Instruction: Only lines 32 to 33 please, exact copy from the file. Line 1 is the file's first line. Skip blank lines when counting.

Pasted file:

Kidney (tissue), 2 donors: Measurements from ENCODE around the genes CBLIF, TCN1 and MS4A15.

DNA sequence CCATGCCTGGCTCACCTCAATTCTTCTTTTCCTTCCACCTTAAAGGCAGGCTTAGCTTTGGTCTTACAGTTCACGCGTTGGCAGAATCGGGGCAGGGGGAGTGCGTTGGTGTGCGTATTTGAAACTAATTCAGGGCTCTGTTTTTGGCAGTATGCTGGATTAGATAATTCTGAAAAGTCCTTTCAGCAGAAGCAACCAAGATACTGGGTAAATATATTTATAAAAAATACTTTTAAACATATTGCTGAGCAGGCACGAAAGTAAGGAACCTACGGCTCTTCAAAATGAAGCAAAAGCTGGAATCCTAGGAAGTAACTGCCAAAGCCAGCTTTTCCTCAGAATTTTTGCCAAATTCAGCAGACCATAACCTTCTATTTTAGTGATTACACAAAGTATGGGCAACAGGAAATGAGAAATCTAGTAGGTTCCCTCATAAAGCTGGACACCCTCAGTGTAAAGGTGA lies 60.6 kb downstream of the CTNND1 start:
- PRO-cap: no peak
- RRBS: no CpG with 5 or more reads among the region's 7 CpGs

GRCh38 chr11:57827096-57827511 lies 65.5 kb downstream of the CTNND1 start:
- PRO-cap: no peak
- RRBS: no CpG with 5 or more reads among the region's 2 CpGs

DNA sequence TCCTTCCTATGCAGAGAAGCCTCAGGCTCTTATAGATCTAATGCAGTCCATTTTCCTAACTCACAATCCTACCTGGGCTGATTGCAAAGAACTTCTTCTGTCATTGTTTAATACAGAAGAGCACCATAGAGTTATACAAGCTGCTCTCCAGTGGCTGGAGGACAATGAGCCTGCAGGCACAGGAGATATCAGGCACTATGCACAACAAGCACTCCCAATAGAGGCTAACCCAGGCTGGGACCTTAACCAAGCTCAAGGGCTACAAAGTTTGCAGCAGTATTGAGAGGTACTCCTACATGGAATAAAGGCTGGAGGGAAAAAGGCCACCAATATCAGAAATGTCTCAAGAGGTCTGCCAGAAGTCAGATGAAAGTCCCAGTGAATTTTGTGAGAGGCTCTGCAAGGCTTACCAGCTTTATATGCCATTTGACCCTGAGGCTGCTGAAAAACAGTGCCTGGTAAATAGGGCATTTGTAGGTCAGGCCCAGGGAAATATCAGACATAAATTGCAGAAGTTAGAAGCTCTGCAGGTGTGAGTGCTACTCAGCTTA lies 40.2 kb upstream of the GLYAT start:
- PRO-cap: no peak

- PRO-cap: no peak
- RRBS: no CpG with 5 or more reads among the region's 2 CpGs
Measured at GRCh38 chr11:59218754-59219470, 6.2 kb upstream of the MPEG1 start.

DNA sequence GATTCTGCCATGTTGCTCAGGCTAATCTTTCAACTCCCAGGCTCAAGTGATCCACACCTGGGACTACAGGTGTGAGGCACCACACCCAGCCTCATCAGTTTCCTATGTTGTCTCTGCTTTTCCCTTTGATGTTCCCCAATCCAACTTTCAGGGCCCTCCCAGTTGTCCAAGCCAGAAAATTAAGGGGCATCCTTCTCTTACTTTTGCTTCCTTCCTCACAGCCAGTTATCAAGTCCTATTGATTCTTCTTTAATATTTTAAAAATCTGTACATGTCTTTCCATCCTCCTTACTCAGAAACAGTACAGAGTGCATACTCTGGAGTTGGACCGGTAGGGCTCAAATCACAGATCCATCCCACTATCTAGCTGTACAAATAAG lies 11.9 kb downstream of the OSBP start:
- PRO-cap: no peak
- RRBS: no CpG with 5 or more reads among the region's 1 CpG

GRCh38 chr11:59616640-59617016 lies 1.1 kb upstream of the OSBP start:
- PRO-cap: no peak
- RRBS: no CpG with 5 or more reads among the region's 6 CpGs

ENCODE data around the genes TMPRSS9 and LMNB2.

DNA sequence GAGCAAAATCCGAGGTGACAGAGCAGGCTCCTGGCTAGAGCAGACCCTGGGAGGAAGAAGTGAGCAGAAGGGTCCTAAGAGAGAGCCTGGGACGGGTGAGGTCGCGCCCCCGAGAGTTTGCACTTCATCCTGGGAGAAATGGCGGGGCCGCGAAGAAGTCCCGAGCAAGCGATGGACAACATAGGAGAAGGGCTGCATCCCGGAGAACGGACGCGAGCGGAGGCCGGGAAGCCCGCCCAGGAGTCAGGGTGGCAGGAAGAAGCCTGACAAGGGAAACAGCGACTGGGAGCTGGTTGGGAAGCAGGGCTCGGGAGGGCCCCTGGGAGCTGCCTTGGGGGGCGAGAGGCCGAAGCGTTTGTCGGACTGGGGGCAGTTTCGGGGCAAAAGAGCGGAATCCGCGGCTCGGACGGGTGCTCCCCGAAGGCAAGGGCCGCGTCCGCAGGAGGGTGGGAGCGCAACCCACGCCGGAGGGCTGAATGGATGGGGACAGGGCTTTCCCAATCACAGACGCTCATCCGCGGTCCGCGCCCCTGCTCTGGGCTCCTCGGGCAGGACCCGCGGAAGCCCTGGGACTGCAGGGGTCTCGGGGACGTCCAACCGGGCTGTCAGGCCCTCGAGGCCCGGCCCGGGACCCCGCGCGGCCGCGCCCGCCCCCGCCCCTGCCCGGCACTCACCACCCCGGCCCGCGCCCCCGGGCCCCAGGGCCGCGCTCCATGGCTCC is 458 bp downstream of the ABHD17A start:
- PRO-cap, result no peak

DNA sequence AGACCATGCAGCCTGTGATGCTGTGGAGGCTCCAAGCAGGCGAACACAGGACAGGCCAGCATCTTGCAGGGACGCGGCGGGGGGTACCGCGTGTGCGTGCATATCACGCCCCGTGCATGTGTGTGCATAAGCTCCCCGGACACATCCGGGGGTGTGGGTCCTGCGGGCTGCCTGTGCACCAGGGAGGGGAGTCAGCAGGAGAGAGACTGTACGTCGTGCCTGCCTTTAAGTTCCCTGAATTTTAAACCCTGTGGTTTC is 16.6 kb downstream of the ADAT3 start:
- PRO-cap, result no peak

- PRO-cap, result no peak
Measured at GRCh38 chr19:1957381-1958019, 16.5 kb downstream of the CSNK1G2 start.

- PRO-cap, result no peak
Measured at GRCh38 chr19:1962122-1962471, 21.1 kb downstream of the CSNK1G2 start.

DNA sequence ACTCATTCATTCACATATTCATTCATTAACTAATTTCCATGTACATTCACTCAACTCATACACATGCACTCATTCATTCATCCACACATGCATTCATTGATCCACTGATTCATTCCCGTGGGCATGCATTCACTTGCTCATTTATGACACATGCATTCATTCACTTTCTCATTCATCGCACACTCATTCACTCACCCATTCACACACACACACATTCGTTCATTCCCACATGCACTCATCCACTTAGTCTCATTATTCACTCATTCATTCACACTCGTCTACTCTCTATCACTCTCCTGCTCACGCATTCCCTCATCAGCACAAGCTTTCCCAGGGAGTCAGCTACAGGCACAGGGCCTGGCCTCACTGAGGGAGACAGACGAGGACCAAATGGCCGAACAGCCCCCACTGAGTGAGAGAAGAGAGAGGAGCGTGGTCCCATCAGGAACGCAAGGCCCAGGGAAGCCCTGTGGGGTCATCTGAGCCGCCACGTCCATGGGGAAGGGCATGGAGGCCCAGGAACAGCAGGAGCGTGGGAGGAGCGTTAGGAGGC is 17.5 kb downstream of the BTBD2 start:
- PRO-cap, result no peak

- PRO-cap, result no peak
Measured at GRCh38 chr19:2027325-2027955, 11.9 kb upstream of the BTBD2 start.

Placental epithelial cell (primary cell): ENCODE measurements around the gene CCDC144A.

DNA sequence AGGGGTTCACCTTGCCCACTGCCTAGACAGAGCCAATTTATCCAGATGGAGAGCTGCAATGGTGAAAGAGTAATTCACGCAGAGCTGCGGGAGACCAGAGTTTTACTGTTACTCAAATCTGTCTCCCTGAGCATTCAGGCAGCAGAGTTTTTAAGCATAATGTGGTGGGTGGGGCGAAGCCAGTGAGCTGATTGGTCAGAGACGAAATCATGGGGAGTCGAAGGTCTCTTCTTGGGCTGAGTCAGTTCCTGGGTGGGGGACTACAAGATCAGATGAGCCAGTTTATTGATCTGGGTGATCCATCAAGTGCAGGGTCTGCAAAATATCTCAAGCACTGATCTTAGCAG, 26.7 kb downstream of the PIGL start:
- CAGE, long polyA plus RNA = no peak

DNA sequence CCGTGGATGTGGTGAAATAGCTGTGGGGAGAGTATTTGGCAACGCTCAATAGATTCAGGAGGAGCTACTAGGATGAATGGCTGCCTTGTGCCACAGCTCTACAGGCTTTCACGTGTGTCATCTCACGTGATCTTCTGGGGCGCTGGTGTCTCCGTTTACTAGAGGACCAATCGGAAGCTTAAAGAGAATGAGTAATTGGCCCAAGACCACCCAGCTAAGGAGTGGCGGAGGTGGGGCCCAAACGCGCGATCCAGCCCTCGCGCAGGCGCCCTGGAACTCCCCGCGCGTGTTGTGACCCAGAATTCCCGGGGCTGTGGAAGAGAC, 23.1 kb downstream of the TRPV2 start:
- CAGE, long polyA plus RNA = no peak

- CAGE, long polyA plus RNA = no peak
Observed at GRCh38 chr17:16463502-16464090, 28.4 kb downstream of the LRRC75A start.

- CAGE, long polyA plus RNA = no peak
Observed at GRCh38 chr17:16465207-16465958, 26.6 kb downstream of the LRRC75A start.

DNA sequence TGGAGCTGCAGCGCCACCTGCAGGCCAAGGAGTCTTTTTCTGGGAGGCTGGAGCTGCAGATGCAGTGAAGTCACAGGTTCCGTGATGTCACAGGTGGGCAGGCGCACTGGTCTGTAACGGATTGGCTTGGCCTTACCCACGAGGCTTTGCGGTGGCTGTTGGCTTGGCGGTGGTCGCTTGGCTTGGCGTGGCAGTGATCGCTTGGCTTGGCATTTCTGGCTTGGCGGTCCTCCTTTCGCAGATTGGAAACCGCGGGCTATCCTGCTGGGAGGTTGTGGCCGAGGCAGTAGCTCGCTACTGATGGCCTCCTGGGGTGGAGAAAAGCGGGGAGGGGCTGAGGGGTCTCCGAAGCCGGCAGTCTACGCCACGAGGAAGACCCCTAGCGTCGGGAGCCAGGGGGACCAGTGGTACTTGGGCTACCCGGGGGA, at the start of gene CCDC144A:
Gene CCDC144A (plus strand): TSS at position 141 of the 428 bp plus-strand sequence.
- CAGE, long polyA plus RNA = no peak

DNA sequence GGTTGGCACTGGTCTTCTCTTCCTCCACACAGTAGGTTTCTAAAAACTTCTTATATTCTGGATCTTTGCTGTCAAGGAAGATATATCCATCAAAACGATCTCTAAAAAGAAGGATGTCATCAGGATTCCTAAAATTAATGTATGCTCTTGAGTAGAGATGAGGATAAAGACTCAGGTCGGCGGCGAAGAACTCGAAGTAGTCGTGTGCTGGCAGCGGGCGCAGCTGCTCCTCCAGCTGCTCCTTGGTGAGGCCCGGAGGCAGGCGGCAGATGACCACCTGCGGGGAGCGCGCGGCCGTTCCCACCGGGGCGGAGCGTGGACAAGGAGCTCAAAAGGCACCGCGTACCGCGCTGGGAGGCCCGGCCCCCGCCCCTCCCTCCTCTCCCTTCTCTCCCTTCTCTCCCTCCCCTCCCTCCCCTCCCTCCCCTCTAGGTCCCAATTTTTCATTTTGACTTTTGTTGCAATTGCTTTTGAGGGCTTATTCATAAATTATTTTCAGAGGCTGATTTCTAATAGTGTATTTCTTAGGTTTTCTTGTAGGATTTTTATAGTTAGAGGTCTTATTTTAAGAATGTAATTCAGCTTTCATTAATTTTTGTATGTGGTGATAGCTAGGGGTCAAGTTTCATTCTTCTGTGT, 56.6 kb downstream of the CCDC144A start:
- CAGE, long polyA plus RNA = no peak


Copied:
Placental epithelial cell (primary cell): ENCODE measurements around the gene CCDC144A.

DNA sequence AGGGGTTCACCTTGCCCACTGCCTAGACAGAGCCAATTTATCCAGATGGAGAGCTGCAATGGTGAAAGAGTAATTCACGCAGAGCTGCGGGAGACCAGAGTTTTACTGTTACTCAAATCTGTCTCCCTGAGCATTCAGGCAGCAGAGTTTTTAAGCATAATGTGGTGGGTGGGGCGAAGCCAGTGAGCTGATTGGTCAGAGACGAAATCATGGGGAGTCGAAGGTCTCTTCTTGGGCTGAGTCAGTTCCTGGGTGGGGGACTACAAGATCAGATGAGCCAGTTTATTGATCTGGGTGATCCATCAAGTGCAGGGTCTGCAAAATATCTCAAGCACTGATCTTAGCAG, 26.7 kb downstream of the PIGL start: